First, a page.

Skift Take

It's not as sexy or hot as location check-in sites, but as far as user adoption and active participation goes geocaching still has something to teach the upstarts -- especially when it comes to making money.

Source: Seattle Times
Author: Johana Somers

Historical sightseeing may never be the same again. Now parents can tell their children to bring their smartphones with them for a nature walk, and national parks may want tourists to leave something behind.

Geocaching, a form of high-tech treasure hunting that utilizes clues from a GPS device, is being harnessed by tourist destinations as a new way to draw visitors and encourage them to explore.

Five locations from Washington, D.C., to Park County, Colo., recently launched tours created by Seattle-based company Groundspeak, which runs the website.

The nearest geocaching tour is centered on Cache Creek, British Columbia; it weaves through the region’s Gold Rush country and will have 144 caches by the end of the summer. Several more tour locations are in the works.

“What those destinations want to do is attract visitors,” said Mark Sherman, a vice president at Groundspeak who engineered the tours.

The company estimates every $1 spent by a tourist destination on geocaching will result in about $20 spent by tourists on hotels, restaurants and the like.

Vesta Giles, 46, from Kamloops, B.C., is one of the 5 million people geocaching around the world. She has found 522 caches, or treasure-filled containers hidden by other enthusiasts.

There are now over 6,500 geocaches in the Seattle area and approximately 1.8 million worldwide, according to Groundspeak.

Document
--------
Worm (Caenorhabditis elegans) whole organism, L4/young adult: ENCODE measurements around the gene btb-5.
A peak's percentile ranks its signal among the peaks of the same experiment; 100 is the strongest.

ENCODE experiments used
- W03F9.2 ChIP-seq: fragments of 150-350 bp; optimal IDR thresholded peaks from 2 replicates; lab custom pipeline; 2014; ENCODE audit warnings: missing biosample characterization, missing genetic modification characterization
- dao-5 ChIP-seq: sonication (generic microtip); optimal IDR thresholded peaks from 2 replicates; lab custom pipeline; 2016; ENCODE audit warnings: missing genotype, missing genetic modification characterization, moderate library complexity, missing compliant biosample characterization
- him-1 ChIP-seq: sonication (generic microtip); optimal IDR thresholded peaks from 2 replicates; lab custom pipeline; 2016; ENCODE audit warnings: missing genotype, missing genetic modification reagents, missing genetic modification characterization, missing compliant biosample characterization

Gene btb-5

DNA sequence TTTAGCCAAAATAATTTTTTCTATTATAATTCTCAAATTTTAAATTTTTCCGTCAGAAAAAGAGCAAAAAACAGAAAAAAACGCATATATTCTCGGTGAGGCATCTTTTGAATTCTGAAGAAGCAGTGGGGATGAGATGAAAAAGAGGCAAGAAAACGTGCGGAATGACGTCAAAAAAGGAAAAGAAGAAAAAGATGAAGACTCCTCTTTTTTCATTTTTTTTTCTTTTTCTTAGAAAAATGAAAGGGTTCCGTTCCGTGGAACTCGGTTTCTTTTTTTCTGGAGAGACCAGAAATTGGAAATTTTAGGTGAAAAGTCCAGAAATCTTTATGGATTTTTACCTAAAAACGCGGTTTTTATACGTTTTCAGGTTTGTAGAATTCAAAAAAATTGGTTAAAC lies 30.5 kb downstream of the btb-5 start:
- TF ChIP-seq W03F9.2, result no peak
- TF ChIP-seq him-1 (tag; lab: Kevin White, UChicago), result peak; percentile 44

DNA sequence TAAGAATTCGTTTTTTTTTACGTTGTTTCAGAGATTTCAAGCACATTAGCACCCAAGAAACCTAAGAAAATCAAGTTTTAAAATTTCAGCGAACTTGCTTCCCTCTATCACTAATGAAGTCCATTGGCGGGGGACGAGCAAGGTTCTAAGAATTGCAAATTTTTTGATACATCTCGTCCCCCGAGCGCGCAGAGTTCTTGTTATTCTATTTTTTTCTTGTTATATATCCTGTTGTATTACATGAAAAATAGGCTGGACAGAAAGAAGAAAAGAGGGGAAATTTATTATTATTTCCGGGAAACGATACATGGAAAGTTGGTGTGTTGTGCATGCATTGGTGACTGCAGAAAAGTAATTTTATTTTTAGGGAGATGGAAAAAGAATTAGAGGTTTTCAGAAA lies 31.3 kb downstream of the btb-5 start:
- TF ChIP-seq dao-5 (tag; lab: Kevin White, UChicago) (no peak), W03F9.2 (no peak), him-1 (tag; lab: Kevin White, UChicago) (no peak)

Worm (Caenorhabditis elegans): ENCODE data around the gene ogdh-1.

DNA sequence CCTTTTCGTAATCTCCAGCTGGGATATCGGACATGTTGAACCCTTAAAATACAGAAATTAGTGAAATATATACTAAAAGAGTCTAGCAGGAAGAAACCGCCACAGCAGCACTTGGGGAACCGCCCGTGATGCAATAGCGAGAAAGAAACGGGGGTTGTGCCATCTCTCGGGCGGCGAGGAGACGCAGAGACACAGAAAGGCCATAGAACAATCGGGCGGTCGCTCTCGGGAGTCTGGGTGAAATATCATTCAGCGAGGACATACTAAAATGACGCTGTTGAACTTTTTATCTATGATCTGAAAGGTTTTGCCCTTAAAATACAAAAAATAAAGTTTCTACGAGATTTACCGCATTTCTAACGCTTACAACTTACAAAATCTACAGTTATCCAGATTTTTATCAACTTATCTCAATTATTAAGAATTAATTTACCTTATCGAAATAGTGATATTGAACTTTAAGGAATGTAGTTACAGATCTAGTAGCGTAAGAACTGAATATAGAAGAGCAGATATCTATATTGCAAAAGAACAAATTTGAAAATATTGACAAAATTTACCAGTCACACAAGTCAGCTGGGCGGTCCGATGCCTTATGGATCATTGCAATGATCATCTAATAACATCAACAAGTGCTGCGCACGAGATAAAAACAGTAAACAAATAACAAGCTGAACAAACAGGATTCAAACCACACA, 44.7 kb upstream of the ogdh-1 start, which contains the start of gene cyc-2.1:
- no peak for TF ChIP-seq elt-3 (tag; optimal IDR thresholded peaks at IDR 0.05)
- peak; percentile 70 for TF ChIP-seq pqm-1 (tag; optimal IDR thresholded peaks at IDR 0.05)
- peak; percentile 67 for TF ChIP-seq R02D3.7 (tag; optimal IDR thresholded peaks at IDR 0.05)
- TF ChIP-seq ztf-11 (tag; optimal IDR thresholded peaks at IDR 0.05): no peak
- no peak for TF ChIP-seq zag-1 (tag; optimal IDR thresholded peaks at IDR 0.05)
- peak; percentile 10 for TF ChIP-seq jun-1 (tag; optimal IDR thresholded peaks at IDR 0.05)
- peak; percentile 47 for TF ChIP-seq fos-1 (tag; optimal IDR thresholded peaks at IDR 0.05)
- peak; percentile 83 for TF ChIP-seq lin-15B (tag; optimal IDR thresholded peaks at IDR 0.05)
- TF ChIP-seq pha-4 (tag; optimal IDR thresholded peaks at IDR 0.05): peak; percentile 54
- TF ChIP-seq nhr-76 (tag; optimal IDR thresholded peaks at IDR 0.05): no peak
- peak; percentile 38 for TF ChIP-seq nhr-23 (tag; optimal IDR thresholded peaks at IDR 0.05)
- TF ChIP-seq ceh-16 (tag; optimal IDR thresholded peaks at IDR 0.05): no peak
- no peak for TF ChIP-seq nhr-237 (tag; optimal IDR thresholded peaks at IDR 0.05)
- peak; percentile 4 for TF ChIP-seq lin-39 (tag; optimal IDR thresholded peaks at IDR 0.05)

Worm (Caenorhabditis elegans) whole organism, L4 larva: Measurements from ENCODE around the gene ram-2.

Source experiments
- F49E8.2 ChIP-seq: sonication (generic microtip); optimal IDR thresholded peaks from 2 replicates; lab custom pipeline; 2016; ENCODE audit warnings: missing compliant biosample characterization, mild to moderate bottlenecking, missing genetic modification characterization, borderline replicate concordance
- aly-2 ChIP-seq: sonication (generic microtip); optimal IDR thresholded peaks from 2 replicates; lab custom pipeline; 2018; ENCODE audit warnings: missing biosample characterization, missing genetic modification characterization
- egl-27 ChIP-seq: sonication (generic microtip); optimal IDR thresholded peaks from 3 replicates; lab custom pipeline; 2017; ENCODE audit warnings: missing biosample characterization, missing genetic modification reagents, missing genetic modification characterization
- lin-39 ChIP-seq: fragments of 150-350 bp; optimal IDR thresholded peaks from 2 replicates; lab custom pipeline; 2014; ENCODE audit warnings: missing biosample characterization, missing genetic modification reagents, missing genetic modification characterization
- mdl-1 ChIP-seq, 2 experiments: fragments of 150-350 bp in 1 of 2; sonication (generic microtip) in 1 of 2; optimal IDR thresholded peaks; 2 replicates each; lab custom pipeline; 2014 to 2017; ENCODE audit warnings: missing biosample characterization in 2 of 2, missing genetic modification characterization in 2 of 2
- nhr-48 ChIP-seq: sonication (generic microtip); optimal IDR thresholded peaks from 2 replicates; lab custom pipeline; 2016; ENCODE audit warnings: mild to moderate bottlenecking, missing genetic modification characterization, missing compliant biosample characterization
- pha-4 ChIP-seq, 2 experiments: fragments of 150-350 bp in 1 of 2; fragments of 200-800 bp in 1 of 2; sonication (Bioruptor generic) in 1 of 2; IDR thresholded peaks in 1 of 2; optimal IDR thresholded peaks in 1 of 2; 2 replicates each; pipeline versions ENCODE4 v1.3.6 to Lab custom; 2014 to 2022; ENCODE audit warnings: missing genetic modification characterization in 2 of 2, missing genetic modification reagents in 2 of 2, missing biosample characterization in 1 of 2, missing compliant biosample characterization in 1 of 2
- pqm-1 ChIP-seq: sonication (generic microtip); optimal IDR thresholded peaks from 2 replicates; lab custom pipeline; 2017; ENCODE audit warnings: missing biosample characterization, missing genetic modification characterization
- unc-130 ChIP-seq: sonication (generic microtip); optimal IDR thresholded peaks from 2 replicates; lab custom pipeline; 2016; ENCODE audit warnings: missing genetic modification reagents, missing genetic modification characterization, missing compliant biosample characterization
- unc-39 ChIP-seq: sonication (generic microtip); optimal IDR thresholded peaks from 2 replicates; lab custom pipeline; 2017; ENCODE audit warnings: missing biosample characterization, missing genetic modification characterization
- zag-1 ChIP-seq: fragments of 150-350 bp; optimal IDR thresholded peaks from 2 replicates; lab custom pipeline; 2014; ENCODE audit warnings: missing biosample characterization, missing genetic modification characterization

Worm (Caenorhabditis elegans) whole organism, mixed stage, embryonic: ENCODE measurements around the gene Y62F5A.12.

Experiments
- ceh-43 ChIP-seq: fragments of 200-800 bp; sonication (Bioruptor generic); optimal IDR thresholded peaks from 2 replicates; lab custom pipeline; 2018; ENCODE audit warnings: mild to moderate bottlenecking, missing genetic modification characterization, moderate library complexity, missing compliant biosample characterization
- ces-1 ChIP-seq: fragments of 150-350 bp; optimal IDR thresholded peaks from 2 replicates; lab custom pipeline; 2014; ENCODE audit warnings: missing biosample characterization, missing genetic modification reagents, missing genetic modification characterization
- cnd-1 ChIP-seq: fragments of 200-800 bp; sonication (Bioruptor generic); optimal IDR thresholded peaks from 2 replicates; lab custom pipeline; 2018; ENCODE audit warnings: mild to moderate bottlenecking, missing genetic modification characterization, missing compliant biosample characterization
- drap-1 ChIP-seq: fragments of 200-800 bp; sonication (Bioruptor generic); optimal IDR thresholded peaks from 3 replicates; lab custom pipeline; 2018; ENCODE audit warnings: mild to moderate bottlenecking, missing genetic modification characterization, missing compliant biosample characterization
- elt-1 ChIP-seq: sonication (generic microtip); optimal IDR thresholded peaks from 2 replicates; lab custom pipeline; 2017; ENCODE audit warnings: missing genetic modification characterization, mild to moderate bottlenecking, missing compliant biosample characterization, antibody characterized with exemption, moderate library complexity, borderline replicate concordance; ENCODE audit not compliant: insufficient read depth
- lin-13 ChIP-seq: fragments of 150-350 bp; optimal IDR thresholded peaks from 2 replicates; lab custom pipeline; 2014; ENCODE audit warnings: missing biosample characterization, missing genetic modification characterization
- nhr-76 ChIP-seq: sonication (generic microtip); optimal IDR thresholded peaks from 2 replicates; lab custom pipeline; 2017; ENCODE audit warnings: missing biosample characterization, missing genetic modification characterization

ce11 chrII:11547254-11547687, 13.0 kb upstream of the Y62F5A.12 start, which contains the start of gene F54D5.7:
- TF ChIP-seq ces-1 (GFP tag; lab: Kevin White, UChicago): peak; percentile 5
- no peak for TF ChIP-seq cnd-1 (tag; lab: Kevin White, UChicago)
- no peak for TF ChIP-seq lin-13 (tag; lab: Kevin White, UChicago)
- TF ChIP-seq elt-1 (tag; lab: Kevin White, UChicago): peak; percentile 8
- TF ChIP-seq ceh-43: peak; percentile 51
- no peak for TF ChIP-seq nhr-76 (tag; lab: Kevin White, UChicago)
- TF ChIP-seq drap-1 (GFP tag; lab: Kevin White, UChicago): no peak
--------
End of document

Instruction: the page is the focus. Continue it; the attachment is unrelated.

“We drool about Seattle because Seattle is like the mecca for geocaching,” Giles said. She and her mother have their eyes set on a geocache in Seattle’s famous Gum Wall, under Pike Place Market.

Seattle doesn’t have an organized geocaching tour yet, however. was created in 2000 in Seattle by Jeremy Irish after the U.S. government made more accurate GPS signals available to the public, enabling civilian GPS users to more precisely pinpoint locations. He founded Groundspeak with partners Elias Alvord and Bryan Roth to operate and other outdoor-activity websites.

Today Groundspeak employs 70 people who run the website and database, list geocaches online, and work with geocachers in the community. It’s those geocachers who create and hide the caches, typically containers with trinkets such as balls, pins and coins. They also put a notebook in the container for geocachers to leave messages. Geocachers can also post messages online through their smartphone app or computer.

Groundspeak has made a business out of this electronic hide-and-seek game. It offers a free app that shows three nearby caches, a $9.99 app with advanced features and more than 1,750,000 caches, and a $30 annual subscription with additional capabilities such as geocache challenges.

The new GeoTours initiative is another way to expand its reach. Destination organizations pay $2,500 to set up the GeoTour and $1,250 annually for promotion and listing fees.

Besides Gold Country, the other active tours are the Captain John Smith tour at the Chesapeake Bay in Maryland; The Star-Spangled Banner tour in D.C.; the RiverWalk tour in Columbus, Ga.; a tour tied to the Dinosaur Train children’s TV show, with sites around the U.S.; and a tour through Colorado’s South Park National Heritage Area.

Tours of the Smithsonian National Museum of Natural History in D.C., and the Shetland Amenity Trust in Scotland, Norway, Iceland and the Faroe Islands will launch in the next couple of months. Two other tours are in the works for Indiana and Florida, said Groundspeak spokesman Eric Schudiske.

Johanna Somers: 206-464-3714 or [email protected]

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Tags: gps, local, maps

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